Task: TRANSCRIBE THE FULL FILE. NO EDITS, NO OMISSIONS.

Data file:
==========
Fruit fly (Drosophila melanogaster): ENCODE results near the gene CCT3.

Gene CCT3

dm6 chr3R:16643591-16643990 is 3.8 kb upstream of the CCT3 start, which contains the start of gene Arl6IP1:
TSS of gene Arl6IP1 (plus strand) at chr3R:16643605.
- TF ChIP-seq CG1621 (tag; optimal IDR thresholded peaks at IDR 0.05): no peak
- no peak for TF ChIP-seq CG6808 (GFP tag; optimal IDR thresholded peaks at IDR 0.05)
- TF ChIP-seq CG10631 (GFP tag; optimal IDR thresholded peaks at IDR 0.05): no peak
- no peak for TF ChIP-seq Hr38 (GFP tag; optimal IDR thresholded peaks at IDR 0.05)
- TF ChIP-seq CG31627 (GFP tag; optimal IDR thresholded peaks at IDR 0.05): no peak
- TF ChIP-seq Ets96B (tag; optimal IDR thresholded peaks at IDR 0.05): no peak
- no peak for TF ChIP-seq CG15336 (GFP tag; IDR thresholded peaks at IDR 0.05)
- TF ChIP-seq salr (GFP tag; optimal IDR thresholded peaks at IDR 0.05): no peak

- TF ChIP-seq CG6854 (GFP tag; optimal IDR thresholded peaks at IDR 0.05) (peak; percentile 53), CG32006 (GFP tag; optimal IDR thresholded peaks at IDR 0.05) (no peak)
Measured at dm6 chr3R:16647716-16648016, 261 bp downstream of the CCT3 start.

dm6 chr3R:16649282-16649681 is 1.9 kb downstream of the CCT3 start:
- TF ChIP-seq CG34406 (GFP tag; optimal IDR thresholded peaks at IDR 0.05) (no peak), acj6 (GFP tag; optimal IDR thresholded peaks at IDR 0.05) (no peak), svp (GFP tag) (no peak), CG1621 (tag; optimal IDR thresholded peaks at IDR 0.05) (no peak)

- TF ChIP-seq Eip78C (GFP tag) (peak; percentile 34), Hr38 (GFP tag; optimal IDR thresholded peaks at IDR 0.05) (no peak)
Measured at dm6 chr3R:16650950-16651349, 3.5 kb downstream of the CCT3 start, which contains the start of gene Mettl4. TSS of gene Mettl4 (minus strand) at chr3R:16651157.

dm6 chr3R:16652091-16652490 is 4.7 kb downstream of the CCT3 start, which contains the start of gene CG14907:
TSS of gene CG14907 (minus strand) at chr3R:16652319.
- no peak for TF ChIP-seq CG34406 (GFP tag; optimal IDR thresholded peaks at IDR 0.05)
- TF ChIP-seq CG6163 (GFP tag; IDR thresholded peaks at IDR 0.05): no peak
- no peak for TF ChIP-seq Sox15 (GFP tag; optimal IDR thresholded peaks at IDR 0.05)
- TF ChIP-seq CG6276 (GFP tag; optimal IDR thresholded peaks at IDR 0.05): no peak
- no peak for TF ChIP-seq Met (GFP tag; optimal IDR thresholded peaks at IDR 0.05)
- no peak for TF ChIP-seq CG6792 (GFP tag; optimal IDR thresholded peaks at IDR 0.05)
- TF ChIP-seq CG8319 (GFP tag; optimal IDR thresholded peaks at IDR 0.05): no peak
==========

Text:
Fruit fly (Drosophila melanogaster): ENCODE results near the gene CCT3.

Gene CCT3

dm6 chr3R:16643591-16643990 is 3.8 kb upstream of the CCT3 start, which contains the start of gene Arl6IP1:
TSS of gene Arl6IP1 (plus strand) at chr3R:16643605.
- TF ChIP-seq CG1621 (tag; optimal IDR thresholded peaks at IDR 0.05): no peak
- no peak for TF ChIP-seq CG6808 (GFP tag; optimal IDR thresholded peaks at IDR 0.05)
- TF ChIP-seq CG10631 (GFP tag; optimal IDR thresholded peaks at IDR 0.05): no peak
- no peak for TF ChIP-seq Hr38 (GFP tag; optimal IDR thresholded peaks at IDR 0.05)
- TF ChIP-seq CG31627 (GFP tag; optimal IDR thresholded peaks at IDR 0.05): no peak
- TF ChIP-seq Ets96B (tag; optimal IDR thresholded peaks at IDR 0.05): no peak
- no peak for TF ChIP-seq CG15336 (GFP tag; IDR thresholded peaks at IDR 0.05)
- TF ChIP-seq salr (GFP tag; optimal IDR thresholded peaks at IDR 0.05): no peak

- TF ChIP-seq CG6854 (GFP tag; optimal IDR thresholded peaks at IDR 0.05) (peak; percentile 53), CG32006 (GFP tag; optimal IDR thresholded peaks at IDR 0.05) (no peak)
Measured at dm6 chr3R:16647716-16648016, 261 bp downstream of the CCT3 start.

dm6 chr3R:16649282-16649681 is 1.9 kb downstream of the CCT3 start:
- TF ChIP-seq CG34406 (GFP tag; optimal IDR thresholded peaks at IDR 0.05) (no peak), acj6 (GFP tag; optimal IDR thresholded peaks at IDR 0.05) (no peak), svp (GFP tag) (no peak), CG1621 (tag; optimal IDR thresholded peaks at IDR 0.05) (no peak)

- TF ChIP-seq Eip78C (GFP tag) (peak; percentile 34), Hr38 (GFP tag; optimal IDR thresholded peaks at IDR 0.05) (no peak)
Measured at dm6 chr3R:16650950-16651349, 3.5 kb downstream of the CCT3 start, which contains the start of gene Mettl4. TSS of gene Mettl4 (minus strand) at chr3R:16651157.

dm6 chr3R:16652091-16652490 is 4.7 kb downstream of the CCT3 start, which contains the start of gene CG14907:
TSS of gene CG14907 (minus strand) at chr3R:16652319.
- no peak for TF ChIP-seq CG34406 (GFP tag; optimal IDR thresholded peaks at IDR 0.05)
- TF ChIP-seq CG6163 (GFP tag; IDR thresholded peaks at IDR 0.05): no peak
- no peak for TF ChIP-seq Sox15 (GFP tag; optimal IDR thresholded peaks at IDR 0.05)
- TF ChIP-seq CG6276 (GFP tag; optimal IDR thresholded peaks at IDR 0.05): no peak
- no peak for TF ChIP-seq Met (GFP tag; optimal IDR thresholded peaks at IDR 0.05)
- no peak for TF ChIP-seq CG6792 (GFP tag; optimal IDR thresholded peaks at IDR 0.05)
- TF ChIP-seq CG8319 (GFP tag; optimal IDR thresholded peaks at IDR 0.05): no peak